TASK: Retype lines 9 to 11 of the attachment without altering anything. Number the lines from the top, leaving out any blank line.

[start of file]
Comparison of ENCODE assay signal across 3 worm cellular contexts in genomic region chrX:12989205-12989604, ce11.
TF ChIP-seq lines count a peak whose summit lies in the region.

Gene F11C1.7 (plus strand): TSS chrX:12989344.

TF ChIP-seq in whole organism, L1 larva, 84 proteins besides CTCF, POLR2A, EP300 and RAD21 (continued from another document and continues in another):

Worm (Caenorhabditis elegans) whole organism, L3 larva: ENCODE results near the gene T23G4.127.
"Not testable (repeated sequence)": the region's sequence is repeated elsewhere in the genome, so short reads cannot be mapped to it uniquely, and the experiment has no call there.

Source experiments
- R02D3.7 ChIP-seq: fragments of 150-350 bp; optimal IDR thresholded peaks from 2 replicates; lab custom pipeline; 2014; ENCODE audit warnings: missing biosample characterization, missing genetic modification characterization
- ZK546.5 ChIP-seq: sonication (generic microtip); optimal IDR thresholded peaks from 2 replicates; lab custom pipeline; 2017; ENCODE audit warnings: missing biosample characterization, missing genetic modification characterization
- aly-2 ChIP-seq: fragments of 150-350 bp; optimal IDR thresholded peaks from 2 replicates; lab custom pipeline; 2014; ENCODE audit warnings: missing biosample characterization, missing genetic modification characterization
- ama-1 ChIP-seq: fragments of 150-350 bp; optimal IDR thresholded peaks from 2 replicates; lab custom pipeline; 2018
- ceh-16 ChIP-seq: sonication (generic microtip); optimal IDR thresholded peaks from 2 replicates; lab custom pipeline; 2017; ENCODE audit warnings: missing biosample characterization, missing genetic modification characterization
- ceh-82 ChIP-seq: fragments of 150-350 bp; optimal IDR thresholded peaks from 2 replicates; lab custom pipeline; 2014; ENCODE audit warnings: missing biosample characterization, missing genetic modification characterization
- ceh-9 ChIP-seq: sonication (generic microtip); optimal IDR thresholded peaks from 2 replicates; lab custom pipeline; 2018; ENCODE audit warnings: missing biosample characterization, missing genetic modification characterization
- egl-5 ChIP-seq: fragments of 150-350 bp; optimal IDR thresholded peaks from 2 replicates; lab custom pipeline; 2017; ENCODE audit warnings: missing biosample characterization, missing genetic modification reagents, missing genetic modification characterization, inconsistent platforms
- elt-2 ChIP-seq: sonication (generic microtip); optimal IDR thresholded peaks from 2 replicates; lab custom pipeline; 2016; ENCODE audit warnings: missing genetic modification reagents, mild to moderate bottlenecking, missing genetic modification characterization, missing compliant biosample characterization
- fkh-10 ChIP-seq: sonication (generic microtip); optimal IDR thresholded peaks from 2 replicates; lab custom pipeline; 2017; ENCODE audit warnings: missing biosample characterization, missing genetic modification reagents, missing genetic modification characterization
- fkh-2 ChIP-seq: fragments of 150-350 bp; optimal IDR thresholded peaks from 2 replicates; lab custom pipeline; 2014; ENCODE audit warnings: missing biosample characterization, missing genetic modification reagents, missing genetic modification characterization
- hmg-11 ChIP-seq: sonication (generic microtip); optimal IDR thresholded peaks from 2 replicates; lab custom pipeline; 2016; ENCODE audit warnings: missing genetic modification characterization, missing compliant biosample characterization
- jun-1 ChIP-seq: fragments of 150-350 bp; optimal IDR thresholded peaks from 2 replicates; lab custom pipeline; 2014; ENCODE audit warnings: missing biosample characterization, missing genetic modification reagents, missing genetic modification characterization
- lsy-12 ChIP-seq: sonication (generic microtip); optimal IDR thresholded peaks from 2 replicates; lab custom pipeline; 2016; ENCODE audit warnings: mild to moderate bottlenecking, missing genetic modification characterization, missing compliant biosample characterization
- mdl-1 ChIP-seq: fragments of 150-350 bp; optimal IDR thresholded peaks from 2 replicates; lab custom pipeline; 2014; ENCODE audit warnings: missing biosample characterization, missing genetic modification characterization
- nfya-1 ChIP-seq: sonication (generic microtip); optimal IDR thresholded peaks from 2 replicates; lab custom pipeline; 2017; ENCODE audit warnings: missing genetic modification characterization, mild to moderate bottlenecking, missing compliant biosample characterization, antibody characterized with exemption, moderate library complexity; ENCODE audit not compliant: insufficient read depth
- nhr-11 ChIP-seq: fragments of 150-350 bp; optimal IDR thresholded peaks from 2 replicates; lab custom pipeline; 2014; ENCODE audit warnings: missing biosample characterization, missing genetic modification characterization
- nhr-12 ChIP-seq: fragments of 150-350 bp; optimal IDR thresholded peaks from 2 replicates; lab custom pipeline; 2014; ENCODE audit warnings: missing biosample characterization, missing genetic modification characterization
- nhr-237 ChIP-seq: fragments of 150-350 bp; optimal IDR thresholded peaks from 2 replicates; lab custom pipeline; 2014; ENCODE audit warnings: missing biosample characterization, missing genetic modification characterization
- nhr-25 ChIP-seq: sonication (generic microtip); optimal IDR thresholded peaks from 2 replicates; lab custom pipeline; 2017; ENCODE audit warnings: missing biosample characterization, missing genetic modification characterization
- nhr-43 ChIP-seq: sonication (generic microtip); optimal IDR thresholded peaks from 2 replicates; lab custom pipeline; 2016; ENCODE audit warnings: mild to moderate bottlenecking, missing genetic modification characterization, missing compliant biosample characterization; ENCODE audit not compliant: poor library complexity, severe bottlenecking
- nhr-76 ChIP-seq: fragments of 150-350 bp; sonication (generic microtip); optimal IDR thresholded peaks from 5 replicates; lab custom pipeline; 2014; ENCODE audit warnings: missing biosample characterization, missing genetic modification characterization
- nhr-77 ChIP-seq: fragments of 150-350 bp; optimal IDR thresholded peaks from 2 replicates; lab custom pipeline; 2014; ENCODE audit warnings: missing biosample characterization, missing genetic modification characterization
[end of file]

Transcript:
- ZK546.5 ChIP-seq: sonication (generic microtip); optimal IDR thresholded peaks from 2 replicates; lab custom pipeline; 2017; ENCODE audit warnings: missing biosample characterization, missing genetic modification characterization
- aly-2 ChIP-seq: fragments of 150-350 bp; optimal IDR thresholded peaks from 2 replicates; lab custom pipeline; 2014; ENCODE audit warnings: missing biosample characterization, missing genetic modification characterization
- ama-1 ChIP-seq: fragments of 150-350 bp; optimal IDR thresholded peaks from 2 replicates; lab custom pipeline; 2018